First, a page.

University produces paleness

So whatever happens, let it be obvious that our ‘diversity’, that is, the composition of our togetherness, is a choice. And the university as it is produces what might be best called a form of paleness. By this I mean a uniformity and homogeneity, a desire for and expression of an order of looking and working alike, an order of whiteness and masculinity, in which ‘I don’t recognize this picture of the university’ even counts as an argument. This paleness is of course a form of whiteness, which, to be clear has nothing to do with the colour ‘white’ but everything with the domination that accrues to those with access to it. But the paleness I’m alluding to is also an intellectual desolation or drabness, an achromatics of thinking, which should be an acrobatics. And it is a submission to neoliberal procedural routines in the ways we work, as well as a general appreciation of mediocrity sold as ‘excellence’ – remember that, at the latest after appointing men on half the positions available, we’re tapping into the lower tiers of intellect and creativity if we continue to appoint men.

Students are not to blame

And what a bleak picture it is to see those with a ticket to inclusion! What has happened to this supposedly smartest part of the population when the order has them so disciplined that they sit silently behind their computers churning out papers for people just like them, individuated and compartmentalized, cordoned off in what are even called ‘disciplines’, which they defend to death even when they talk the talk of an imaginary ‘between’ the disciplines (‘interdisciplinarity’)? What has happened when students (they are not to blame for this!) don’t even think to criticize the curriculum set by the order of pale sameness?

What has happened when technocratic markers of achievement that are ‘evidence based’ take precedence when in fact most have no clue what a genuine spirit of inquiry would be, what intelligence might be as a mode of sociality beyond individuated IQ indicators, or how study might be a shared venture to recompose the world in ways that subvert the pale order of sameness to which we currently sacrifice ourselves, but mostly others, for the noble cause of producing ‘knowledge’?

Money based on choices of 17-year-olds

And what has happened when two of the biggest, and purely therefore most powerful faculties – the ones drenched in the ideology of neoliberal entrepreneurialism – simply get away with a sexist composition of their faculty, and when all of this occurs out of the sheer irrationality that their power and their money is based on the spurious choices of seventeen-year-olds? Are we even able to fathom what the university could or should be, if it were not arbitrarily governed by the uneducated guesses of those seventeen-year-olds?

It’s obvious my ideal university differs from its current reality. It’s not that I prefer an ‘ivory tower’. In fact, I think the ‘ivory tower’ metaphor is a deeply rhetorical instrument. It falsely presupposes that the university is not currently a corporate institution, with its specific credentializing, entrepreneurial and ‘innovative’ functions in the larger order of capital, only to push for more ‘openness’ (and who can be against that?), i.e., for a stronger realization of the university’s corporate character. If anything is clear it’s that the university is invested in state and corporate power, including criminal fossil fuel companies, and divested in diversity.

So when we keep on seeing how diversity basically functions as what Sarah Ahmed calls a ‘non-performative’1 – something designed not to produce its stated goals – the only way to move forward is to step up our critical reflection on, and our subversion of, the university at large. The point is thus not to consider the university as basically fine as it is, and to just grant access to it to a greater number of people, or by people of a variety of genders and race. It’s not about letting others get a piece of the pie, of sharing in the otherwise unchanged corporate paleness that marks the university today – though this is easy for me to say, I know. It’s also not a matter of living up to diversity PR talk. Much more fundamentally, it is a matter of living as such, of living together. After all, this is what we do on campus: during the day, ours is a specific modality of being together, a selective, tilted, and pale form of intimacy. So the question who gets to be there is pertinent, and concerns us all.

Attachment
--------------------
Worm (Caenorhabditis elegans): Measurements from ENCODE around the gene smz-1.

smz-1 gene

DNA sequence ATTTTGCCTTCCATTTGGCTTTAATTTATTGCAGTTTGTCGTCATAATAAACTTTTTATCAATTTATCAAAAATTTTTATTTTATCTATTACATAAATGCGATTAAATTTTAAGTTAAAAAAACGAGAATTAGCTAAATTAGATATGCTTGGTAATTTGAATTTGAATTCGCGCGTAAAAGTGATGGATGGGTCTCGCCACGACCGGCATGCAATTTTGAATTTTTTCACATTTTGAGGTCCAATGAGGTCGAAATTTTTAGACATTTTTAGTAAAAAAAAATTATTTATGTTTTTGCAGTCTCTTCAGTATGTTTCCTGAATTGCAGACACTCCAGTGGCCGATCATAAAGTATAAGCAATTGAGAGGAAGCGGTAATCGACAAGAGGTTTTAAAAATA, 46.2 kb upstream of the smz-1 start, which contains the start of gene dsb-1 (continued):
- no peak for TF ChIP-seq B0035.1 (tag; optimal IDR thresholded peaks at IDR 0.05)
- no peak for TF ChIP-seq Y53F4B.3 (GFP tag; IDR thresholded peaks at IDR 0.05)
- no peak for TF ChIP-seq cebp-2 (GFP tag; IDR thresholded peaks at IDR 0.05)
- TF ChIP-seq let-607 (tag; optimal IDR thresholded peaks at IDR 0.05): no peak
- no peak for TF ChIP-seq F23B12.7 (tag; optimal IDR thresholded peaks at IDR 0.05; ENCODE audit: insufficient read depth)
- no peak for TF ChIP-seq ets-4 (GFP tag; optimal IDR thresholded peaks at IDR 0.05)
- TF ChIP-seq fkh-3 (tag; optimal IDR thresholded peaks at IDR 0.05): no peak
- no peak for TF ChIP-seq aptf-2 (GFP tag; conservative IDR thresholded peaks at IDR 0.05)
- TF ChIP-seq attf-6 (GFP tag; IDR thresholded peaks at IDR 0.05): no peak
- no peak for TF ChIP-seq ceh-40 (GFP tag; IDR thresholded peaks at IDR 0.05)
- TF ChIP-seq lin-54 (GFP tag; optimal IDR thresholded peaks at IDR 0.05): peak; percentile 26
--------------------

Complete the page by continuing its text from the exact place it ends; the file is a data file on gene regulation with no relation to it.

University as a place of refuge (from itself)

In a brilliant book published some years ago called The Undercommons. Fugitive Planning & Black Study, Stefano Harney and Fred Moten  depict the university as a place of refuge. As they say: “it cannot be denied that the university is a place of refuge, and it cannot be accepted that the university is a place of enlightenment.”2 To anyone able to consider the normal order of everyday corporate paleness with alien eyes, they are no doubt right. Though the question is for whom it is a refuge, the university is no doubt still a refuge. It’s just that, increasingly, or so it seems, it’s a refuge from itself.

That, too, is Harney and Moten’s point: the university is always parasitical on the genuine study that goes on underneath the official, underneath its pale order. It needs the study and intelligence, the informal and the genuinely creative, the modalities of being together in diversity that it at the same time breaks down, the unexpected that it can only register in the commensurating classifications of ‘impact’ and ‘excellence’. Fuck all that. That’s just stuff that tries to render our living together pale, and it seems that inevitably, after millions of years of evolution and then a couple of decades of neoliberal promotion of hollowmindedness, you get a bunch of people that start to actually believe that shit. ‘Impact’, ‘excellence’, we may well conclude by now (as many have before), that these are today’s media for making us pale and controllable. Organized, ordered, normal, same: everybody excellent.

The question we now face is how we fight our paleness, and who or what we grant the authority to compose us.

Willem Schinkel is Professor of Social Theory at Erasmus University Rotterdam and a member of the Young Academy of the Royal Netherlands Academy of Arts and Sciences (KNAW)

[1] Ahmed, S. 2012. On Being Included: Racism and Diversity in Institutional Life, Durham: Duke University Press
[2] Harney, S. & F. Moten 2013. The Undercommons. Fugitive Planning & Black Study, New York: Minor Compositions, p. 26

  1. [1]Ahmed, S. 2012. On Being Included: Racism and Diversity in Institutional Life, Durham: Duke University Press ↩︎
  2. [2]Harney, S. & F. Moten 2013. The Undercommons. Fugitive Planning & Black Study, New York: Minor Compositions, p. 26 ↩︎